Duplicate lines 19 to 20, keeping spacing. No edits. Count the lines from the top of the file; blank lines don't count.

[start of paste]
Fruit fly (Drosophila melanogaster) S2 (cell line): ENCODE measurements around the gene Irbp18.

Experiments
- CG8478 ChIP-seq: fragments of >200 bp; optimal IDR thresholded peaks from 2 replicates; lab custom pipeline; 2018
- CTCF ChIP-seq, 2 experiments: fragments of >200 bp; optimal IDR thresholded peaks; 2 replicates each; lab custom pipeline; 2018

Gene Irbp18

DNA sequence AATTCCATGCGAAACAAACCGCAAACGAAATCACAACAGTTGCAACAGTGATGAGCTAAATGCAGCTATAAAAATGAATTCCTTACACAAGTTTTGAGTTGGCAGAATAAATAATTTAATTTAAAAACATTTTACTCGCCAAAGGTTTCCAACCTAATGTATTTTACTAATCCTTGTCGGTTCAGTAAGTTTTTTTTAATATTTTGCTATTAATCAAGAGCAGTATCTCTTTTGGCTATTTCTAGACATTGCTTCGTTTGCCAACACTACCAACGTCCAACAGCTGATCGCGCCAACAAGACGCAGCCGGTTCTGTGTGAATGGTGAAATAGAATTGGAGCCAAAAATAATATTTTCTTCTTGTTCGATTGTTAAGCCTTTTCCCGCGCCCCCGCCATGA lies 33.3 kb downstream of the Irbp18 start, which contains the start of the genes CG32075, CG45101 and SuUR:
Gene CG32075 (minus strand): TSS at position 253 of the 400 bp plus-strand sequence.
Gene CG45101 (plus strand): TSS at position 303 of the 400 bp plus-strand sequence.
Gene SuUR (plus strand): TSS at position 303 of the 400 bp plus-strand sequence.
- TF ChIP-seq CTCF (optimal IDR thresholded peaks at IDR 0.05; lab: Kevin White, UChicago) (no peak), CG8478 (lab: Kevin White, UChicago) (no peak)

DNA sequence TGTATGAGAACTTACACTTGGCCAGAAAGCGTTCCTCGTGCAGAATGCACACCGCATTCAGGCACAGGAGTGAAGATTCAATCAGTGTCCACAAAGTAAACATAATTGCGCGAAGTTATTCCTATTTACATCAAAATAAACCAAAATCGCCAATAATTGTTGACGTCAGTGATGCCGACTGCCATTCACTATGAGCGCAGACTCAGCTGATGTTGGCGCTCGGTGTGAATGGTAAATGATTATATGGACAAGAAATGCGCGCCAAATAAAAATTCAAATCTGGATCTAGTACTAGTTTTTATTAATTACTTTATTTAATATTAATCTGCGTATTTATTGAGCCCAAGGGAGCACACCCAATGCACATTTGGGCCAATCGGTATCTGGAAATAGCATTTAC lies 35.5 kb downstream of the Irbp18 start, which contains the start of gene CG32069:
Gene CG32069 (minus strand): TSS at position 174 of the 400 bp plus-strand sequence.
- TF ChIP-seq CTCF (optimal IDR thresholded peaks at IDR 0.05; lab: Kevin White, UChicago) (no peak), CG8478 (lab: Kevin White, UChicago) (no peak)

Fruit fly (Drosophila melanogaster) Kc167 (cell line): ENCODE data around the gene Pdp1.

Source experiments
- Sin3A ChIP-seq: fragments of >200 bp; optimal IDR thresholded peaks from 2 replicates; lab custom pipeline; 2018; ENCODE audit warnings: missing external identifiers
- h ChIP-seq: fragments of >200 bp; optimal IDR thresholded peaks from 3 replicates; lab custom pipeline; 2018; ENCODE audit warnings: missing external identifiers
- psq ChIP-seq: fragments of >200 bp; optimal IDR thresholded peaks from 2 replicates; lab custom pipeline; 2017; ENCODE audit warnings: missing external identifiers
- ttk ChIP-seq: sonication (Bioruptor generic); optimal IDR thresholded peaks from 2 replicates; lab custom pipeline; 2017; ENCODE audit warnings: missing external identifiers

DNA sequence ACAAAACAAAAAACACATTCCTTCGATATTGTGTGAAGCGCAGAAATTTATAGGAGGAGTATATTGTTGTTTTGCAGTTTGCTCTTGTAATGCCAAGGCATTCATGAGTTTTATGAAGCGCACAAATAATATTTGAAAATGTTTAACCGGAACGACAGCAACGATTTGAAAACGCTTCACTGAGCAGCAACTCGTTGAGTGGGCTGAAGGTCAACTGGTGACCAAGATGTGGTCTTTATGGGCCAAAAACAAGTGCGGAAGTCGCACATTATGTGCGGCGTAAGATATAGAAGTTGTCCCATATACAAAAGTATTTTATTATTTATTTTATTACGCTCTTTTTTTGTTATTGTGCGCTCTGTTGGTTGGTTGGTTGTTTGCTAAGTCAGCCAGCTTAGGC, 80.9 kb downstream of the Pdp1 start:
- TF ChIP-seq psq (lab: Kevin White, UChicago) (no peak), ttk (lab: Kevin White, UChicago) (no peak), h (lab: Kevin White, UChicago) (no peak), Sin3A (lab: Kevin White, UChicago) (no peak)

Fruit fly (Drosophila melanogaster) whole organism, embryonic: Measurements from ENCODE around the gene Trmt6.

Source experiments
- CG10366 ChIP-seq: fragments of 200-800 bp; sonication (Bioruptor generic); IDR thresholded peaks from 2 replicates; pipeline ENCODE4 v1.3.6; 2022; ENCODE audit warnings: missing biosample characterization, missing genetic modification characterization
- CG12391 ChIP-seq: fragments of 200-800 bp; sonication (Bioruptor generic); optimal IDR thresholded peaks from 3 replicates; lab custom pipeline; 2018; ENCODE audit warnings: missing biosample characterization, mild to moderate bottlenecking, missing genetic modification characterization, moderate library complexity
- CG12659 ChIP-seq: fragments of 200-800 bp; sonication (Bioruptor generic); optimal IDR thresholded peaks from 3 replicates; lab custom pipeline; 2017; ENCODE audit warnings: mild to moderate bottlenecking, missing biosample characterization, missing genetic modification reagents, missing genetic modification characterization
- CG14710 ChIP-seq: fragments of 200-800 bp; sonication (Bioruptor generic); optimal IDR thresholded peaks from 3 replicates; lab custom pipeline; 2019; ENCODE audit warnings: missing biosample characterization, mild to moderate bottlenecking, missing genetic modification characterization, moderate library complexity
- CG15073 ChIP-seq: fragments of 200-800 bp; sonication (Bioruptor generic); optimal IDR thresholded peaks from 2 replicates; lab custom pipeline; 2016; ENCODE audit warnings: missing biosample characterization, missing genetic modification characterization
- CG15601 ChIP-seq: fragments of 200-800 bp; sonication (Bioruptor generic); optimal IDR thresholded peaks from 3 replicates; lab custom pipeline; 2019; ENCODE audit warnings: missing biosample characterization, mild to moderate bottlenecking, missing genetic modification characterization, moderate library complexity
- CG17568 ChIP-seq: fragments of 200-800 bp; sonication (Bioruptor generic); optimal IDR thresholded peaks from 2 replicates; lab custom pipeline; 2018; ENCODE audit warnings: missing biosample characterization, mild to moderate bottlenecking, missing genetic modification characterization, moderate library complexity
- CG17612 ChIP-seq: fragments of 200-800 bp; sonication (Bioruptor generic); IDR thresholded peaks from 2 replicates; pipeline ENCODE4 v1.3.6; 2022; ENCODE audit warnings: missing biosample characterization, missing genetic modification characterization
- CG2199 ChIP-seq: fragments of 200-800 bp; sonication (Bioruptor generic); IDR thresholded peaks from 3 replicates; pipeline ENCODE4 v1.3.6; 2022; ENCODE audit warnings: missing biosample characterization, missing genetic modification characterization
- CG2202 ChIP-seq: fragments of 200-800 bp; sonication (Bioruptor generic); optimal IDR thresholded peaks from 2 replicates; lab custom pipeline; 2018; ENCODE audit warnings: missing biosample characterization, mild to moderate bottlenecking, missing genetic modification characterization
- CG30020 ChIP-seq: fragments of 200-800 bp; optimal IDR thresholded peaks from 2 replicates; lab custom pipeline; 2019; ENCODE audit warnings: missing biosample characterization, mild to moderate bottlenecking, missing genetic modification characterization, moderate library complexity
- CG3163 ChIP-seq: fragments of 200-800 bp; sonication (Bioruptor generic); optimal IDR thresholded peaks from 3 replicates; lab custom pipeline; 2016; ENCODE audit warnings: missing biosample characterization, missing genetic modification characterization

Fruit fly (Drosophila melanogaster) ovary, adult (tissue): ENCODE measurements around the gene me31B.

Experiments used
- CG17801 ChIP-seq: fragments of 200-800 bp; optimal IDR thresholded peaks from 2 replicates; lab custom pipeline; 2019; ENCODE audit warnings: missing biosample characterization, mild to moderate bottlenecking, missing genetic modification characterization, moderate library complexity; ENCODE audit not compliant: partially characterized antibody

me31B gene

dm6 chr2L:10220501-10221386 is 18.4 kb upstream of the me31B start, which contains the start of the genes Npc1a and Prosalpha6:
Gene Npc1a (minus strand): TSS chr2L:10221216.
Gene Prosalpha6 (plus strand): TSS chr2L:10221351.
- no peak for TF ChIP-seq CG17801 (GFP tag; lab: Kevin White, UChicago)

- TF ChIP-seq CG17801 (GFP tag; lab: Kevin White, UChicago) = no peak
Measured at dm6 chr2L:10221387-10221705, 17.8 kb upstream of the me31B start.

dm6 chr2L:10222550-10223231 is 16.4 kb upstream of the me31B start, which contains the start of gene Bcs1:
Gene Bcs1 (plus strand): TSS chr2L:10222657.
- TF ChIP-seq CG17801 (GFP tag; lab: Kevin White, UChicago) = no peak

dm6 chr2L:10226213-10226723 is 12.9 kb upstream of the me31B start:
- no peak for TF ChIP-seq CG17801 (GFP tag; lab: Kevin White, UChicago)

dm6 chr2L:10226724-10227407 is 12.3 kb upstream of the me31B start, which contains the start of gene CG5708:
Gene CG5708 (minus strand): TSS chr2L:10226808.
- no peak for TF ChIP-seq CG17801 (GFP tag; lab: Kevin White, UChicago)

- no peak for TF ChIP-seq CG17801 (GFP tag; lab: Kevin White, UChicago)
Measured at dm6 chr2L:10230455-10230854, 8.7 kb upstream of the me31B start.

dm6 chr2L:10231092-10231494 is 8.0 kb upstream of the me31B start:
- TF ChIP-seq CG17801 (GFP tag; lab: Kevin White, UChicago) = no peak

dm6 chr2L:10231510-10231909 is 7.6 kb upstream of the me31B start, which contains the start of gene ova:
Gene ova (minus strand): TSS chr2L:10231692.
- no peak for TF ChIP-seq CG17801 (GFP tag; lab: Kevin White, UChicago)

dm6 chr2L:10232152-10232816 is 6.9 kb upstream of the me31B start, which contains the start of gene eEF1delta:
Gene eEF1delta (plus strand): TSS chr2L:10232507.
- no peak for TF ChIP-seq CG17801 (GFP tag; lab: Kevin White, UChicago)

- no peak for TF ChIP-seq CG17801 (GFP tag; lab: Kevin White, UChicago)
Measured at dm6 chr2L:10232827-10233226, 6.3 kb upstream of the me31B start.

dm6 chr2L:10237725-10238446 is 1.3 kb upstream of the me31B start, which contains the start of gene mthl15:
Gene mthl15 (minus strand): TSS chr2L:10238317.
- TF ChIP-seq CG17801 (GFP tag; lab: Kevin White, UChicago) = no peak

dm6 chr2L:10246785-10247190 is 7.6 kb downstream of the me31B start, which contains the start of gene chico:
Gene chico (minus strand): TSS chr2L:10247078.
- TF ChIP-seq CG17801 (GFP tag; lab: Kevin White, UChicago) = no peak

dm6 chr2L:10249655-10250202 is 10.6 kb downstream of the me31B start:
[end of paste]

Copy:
- ttk ChIP-seq: sonication (Bioruptor generic); optimal IDR thresholded peaks from 2 replicates; lab custom pipeline; 2017; ENCODE audit warnings: missing external identifiers

DNA sequence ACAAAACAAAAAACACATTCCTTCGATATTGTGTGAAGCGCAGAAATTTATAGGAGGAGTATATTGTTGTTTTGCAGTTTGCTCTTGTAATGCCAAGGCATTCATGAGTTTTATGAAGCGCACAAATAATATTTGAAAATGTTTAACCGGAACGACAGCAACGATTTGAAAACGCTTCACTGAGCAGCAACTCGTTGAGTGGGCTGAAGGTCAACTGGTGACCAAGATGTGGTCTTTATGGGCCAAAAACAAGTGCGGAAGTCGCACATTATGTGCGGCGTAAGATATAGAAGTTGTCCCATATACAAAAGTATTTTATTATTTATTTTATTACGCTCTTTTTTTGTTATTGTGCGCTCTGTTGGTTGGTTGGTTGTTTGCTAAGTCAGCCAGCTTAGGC, 80.9 kb downstream of the Pdp1 start: